When it comes to balancing work life, equal pay of wages, and alignment of values, the “Gen-zers” is one of the demographic that is willing to put in the resignation letter, if these needs aren’t met. This demographic has reported feeling burnt out from the high stakes and compassion fatigue some of them encounter at work.
Clarissa Holleman, a 24-year-old teacher who just started teaching during the corona pandemic had confessed to feeling weak and ill-encouraged to aid the school children she was looking after. Miss Holleman also reported feeling extremely anxious and tired from the job, adding that she was dealing with monetary issues on top of all her problems. This contributed to making her feel that the job she was at was not worth it.
The young lady quit the job earlier this year after gaining skills via Linkedin’s free courses and currently works as a tech employer for a gen X company. For many years, the cultural law in several countries in the West had been to work hard for their bosses, and get rewarded. If the job involves scaling the rungs of the ladder in the corporate world, the pay would be a huge sum. Though different in their influence, the two paths share the same ideology. As a consequence, being employed has become a sort of identity even; something employees previously felt fortunate to have.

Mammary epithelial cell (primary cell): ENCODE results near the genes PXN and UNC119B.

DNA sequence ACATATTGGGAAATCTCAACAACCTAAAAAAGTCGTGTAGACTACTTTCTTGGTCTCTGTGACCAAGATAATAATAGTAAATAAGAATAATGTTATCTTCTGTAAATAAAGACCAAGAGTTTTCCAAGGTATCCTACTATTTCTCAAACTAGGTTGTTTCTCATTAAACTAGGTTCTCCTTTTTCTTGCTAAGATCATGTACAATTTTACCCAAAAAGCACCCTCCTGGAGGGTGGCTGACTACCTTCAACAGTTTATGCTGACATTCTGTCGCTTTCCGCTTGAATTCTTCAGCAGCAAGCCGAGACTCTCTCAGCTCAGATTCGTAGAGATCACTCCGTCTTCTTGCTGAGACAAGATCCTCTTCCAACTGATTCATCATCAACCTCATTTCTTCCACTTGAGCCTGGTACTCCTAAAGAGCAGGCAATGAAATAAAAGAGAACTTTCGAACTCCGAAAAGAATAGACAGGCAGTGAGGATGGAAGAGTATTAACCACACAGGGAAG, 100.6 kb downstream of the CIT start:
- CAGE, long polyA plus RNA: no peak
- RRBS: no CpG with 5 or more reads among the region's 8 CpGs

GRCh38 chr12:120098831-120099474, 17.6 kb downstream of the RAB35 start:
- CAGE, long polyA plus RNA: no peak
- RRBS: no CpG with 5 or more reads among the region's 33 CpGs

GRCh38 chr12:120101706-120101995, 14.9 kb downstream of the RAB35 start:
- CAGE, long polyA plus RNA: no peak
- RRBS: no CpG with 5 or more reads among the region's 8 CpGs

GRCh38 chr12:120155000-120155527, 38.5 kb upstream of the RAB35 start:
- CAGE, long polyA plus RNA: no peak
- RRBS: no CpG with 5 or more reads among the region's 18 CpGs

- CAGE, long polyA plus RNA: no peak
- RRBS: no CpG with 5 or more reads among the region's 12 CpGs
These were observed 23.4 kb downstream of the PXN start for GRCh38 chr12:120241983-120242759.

However, Gen Zers have been labeled entitled or anti-capitalist. But, Gen-Zers want everything and are ready to be hardworking for the correct boss. But an established factor with this demographic is that they would leave if their pay wasn’t substantial.